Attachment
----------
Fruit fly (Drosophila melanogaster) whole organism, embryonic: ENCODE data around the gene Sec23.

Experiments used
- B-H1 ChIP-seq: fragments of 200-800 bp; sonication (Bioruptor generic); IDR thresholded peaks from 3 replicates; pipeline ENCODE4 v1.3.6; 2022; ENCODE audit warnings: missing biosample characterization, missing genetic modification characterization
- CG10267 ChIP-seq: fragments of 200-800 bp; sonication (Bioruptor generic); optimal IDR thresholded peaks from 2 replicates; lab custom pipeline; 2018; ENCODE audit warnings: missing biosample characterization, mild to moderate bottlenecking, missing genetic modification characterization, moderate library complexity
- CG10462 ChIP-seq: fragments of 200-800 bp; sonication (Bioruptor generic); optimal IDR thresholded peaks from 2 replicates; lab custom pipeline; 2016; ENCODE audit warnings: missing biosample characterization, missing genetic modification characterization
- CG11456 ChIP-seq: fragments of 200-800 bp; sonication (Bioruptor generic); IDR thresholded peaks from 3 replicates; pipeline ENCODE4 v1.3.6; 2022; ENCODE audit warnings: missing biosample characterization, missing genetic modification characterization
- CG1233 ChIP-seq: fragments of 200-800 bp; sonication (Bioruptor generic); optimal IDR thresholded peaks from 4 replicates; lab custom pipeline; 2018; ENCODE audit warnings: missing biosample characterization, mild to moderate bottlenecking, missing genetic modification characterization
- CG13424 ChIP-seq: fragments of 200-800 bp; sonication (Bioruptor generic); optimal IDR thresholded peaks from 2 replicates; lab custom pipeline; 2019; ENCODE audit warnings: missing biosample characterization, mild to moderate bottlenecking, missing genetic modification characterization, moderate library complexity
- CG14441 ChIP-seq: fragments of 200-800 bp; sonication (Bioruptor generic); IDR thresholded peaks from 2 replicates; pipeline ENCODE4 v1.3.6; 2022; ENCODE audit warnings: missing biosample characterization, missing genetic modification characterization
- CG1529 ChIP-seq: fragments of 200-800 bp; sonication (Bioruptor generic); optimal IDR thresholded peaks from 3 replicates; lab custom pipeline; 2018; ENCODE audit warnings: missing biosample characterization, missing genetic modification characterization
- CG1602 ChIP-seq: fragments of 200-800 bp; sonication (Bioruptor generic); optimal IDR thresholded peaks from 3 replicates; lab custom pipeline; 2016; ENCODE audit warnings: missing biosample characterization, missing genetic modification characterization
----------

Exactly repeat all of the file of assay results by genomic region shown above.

Fruit fly (Drosophila melanogaster) whole organism, embryonic: ENCODE data around the gene Sec23.

Experiments used
- B-H1 ChIP-seq: fragments of 200-800 bp; sonication (Bioruptor generic); IDR thresholded peaks from 3 replicates; pipeline ENCODE4 v1.3.6; 2022; ENCODE audit warnings: missing biosample characterization, missing genetic modification characterization
- CG10267 ChIP-seq: fragments of 200-800 bp; sonication (Bioruptor generic); optimal IDR thresholded peaks from 2 replicates; lab custom pipeline; 2018; ENCODE audit warnings: missing biosample characterization, mild to moderate bottlenecking, missing genetic modification characterization, moderate library complexity
- CG10462 ChIP-seq: fragments of 200-800 bp; sonication (Bioruptor generic); optimal IDR thresholded peaks from 2 replicates; lab custom pipeline; 2016; ENCODE audit warnings: missing biosample characterization, missing genetic modification characterization
- CG11456 ChIP-seq: fragments of 200-800 bp; sonication (Bioruptor generic); IDR thresholded peaks from 3 replicates; pipeline ENCODE4 v1.3.6; 2022; ENCODE audit warnings: missing biosample characterization, missing genetic modification characterization
- CG1233 ChIP-seq: fragments of 200-800 bp; sonication (Bioruptor generic); optimal IDR thresholded peaks from 4 replicates; lab custom pipeline; 2018; ENCODE audit warnings: missing biosample characterization, mild to moderate bottlenecking, missing genetic modification characterization
- CG13424 ChIP-seq: fragments of 200-800 bp; sonication (Bioruptor generic); optimal IDR thresholded peaks from 2 replicates; lab custom pipeline; 2019; ENCODE audit warnings: missing biosample characterization, mild to moderate bottlenecking, missing genetic modification characterization, moderate library complexity
- CG14441 ChIP-seq: fragments of 200-800 bp; sonication (Bioruptor generic); IDR thresholded peaks from 2 replicates; pipeline ENCODE4 v1.3.6; 2022; ENCODE audit warnings: missing biosample characterization, missing genetic modification characterization
- CG1529 ChIP-seq: fragments of 200-800 bp; sonication (Bioruptor generic); optimal IDR thresholded peaks from 3 replicates; lab custom pipeline; 2018; ENCODE audit warnings: missing biosample characterization, missing genetic modification characterization
- CG1602 ChIP-seq: fragments of 200-800 bp; sonication (Bioruptor generic); optimal IDR thresholded peaks from 3 replicates; lab custom pipeline; 2016; ENCODE audit warnings: missing biosample characterization, missing genetic modification characterization